April 25, 2017
Home / Articles / Columns / The Enthusiast /  Learn Your Turns
The-Enthusiast-Big-T-Training-2008
It takes more than just throwing yourself down the run.
Courtesy Tony Forrest

Learn Your Turns

For 30th year of the telemark Workshop, focus is on stepping back to take a step ahead

January 25, 2017, 12:00 am

Maybe it was a year he just didn’t feel like beating himself up on the steep tree runs, jokes Tony Forrest, a longtime telemark ski instructor who returns Jan. 28 and 29 for the 30th annual telemark workshop at Ski Santa Fe—but several years ago, he decided to alter course. The group in the clinic he wanted to teach wasn’t the skiers charging off for steeps and moguls, but the beginners warming up on green runs.

“We finally realized that’s where we need to pay the most attention to who’s coming there and who has the most chance of changing their skiing, who isn’t going to be intimidated by the terrain and put into an environment where at least they have a chance for success,” he says. He started to spend his time, as the most experienced instructor in the clinic, with these little-experienced skiers. The notion spread, and he’s found 25-year attendees enrolling in the beginner-level clinics.

“They were very, very accomplished skiers who could ski the whole mountain, but they had technical flaws that they couldn’t fix when they were up flailing in the black runs—that’s kind of the crux right there,” he says. “So you have to kind of de-evolve and go back to the basics again.”

Progress can only be made in a place where experimentation feels comfortable: so people learn the skills they’ll take to expert runs on the easy, lower angle terrain. The mantra that’s spread, Forrest says, is: “‘The level of your skiing is not the terrain that you ski on.’ So even if you can ski black terrain, you’re not necessarily an expert skier, and if you ski on green terrain really well, you’re not necessarily a beginner skier.”

Each year, Forrest sets a theme for the clinic, and this year’s is “one step ahead.” That’s all that really goes into make a telemark turn—that funny bended knee, free-heel style of skiing, he says. Put your feet together, and then step one forward.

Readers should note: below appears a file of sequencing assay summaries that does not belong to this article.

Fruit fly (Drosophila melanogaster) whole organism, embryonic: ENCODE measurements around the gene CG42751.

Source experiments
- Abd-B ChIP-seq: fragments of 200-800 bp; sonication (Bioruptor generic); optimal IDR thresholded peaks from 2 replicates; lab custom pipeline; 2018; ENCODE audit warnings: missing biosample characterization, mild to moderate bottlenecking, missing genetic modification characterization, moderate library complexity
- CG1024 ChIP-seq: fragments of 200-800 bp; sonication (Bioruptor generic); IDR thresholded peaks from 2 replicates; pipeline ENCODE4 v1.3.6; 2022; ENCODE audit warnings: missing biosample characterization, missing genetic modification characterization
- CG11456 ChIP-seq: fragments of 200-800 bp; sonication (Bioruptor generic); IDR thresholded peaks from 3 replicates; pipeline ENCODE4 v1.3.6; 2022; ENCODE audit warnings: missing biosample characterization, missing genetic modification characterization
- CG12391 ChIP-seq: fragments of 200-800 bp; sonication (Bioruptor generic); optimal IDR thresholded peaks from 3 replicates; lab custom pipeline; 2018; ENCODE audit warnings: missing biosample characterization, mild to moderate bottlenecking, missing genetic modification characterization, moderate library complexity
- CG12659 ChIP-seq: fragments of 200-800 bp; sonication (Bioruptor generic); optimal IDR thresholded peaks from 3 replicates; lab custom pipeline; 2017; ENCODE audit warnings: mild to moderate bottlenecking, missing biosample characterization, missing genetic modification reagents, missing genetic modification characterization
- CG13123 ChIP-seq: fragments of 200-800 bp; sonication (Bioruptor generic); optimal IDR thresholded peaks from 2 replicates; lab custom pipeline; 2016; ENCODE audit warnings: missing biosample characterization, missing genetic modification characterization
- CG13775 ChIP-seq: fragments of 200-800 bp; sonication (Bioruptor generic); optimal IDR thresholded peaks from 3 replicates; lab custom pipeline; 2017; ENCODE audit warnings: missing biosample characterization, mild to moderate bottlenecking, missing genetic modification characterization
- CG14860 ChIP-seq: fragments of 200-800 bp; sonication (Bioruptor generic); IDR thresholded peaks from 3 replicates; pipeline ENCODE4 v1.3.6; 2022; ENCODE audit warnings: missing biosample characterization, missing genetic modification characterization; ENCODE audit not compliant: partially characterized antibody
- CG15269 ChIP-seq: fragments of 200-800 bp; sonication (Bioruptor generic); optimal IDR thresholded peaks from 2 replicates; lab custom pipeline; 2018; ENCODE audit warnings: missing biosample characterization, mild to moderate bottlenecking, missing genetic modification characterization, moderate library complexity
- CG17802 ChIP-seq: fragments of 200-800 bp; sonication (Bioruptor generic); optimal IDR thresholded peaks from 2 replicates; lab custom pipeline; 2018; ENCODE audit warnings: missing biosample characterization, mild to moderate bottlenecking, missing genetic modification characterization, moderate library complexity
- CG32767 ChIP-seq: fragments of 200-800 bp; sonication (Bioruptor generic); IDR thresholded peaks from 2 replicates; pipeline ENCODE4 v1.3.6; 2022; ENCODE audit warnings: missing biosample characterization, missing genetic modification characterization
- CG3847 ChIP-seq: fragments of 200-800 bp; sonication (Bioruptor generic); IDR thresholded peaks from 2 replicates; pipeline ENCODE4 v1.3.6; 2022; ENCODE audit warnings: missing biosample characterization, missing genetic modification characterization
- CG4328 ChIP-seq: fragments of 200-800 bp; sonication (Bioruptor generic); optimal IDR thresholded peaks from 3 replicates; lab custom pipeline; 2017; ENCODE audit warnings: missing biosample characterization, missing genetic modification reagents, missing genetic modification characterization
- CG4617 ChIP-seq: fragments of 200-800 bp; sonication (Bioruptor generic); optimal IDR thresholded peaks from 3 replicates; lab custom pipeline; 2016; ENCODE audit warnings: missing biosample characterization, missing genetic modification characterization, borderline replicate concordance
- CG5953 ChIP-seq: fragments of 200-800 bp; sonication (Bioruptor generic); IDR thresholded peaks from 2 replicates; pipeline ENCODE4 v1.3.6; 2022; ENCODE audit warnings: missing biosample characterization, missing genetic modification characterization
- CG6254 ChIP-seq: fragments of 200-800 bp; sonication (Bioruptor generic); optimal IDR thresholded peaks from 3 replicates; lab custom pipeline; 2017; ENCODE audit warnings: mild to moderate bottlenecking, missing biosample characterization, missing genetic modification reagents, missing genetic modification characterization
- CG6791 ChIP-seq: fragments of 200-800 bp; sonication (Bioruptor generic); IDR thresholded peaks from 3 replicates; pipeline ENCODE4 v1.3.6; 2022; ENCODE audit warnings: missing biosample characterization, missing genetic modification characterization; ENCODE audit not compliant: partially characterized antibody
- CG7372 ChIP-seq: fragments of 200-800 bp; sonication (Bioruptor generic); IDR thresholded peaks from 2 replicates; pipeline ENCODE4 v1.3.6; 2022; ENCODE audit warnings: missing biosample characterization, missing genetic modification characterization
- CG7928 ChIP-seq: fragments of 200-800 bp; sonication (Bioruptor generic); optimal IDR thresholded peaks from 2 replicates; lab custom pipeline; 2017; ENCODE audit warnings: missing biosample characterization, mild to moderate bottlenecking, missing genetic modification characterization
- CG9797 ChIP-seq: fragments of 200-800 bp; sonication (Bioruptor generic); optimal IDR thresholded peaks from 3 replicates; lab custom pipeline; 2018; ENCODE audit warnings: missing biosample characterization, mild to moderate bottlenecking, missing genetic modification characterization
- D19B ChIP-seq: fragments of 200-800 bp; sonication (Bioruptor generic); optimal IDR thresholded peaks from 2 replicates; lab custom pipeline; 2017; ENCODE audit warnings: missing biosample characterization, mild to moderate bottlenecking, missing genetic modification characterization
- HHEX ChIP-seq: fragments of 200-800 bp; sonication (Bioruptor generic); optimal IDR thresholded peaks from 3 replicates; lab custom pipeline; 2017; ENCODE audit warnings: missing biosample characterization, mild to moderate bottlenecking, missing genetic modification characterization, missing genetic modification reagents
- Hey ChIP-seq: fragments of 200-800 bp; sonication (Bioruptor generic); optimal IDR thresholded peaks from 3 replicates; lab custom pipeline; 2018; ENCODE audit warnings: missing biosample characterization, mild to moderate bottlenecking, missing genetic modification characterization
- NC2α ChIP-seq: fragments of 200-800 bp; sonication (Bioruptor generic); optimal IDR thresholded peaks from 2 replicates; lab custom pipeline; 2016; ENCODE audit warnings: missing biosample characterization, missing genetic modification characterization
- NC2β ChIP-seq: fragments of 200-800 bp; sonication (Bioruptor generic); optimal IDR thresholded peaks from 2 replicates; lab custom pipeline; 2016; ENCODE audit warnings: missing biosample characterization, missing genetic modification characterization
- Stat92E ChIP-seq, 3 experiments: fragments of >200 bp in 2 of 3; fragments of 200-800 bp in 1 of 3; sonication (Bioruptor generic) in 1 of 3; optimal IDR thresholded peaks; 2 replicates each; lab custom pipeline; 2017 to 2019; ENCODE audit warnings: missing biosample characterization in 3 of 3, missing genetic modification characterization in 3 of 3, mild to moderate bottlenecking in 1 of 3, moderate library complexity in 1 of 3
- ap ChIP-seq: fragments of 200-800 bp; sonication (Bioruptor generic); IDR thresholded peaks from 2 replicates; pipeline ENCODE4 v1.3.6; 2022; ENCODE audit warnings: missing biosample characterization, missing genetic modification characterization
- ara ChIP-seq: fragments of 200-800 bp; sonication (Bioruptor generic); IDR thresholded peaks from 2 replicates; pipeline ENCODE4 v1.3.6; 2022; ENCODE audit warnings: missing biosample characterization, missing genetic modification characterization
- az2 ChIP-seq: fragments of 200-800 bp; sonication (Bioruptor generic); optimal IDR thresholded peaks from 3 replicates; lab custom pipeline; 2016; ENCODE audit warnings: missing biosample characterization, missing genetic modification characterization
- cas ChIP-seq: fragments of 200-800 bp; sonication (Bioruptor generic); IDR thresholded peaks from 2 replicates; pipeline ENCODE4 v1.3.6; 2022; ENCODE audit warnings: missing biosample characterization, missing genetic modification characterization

The workshop started in 1987 as a memorial for Edwin Terrell, a ski instructor from Santa Fe who died climbing in Nepal the previous summer, and whose fellow instructors decided a telemark skiing festival was the best way to celebrate his life—even if his affection for telemarking was hesitant, at best. What drew them in then was a sense of the lifestyle, of traveling through the mountains on their own power away from the bounds and crowds at resorts.

At that time, telemark skiing was in the midst of a major renovation. Forrest was among those crafting telemark skiing as we know it today: with heftier, plastic boots on bigger skis that had edges and could ski race gates. That marked a significant departure from Nordic, or cross-country skiing, better known for often resembling a walk in the woods. He skied on the first Professional Ski Instructors Association telemark demo team and went on to coach it, helped write the curriculum for other telemark instructors and was one of the first three examiners running exams for a telemark teaching certification.

That sense of lifestyle and wanting access to the backcountry is still what he hears people cite when they show up to learn to telemark ski now, same as it was 30 years ago, but whether the numbers are growing isn’t apparent in attendance at the workshop, which has held steady for decades.

At least part of the challenge for potential new recruits lies with equipping them. There’s no option to rent telemark gear in town, leaving beginners not ready to shell out to buy the setup to beg, borrow or steal gear from friends.

“That’s the challenge of it,” Forrest says. “We’re not really growing the sport. We’re sustaining people who are diehards.”

And with alpine touring (AT) gear now lighter weight and capable at ascending backcountry terrain, what makes telemark gear worth the weight up and the added difficulty down? He contends it’s better at going sideways, traversing through the mountains.

“It’s a little bit more of a cross-country feeling, having your heel free like that all the time,” he says. “Maybe some people are just wired for that. It’s not a real precise place where you go on these things. Things are a little bit squirrelly until you figure it out, and that’s why a lot of people go to AT. But there is a certain amount of freedom when your heels are unlocked, and that’s what some people get into. …

“Whether it’s growing or not, the thing that sustains it is people just liking to get out into the woods.”



Telemark Workshop with Tony Forrest
10 am-3 pm Saturday and Sunday Jan. 28 and 29.
Lift and lessons both days: $200.
Ski Santa Fe,
skisantafe.com,
982-4429


The Enthusiast is a twice-monthly column dedicated to the people in and stories from our outdoor sports community. Disclosure: The author is a part-time instructor at Ski Santa Fe.


 

comments powered by Disqus
 

Newsletters

* indicates required
Choose your newsletter(s):

@SFReporter on Instagram

 

 
Close
Close
Close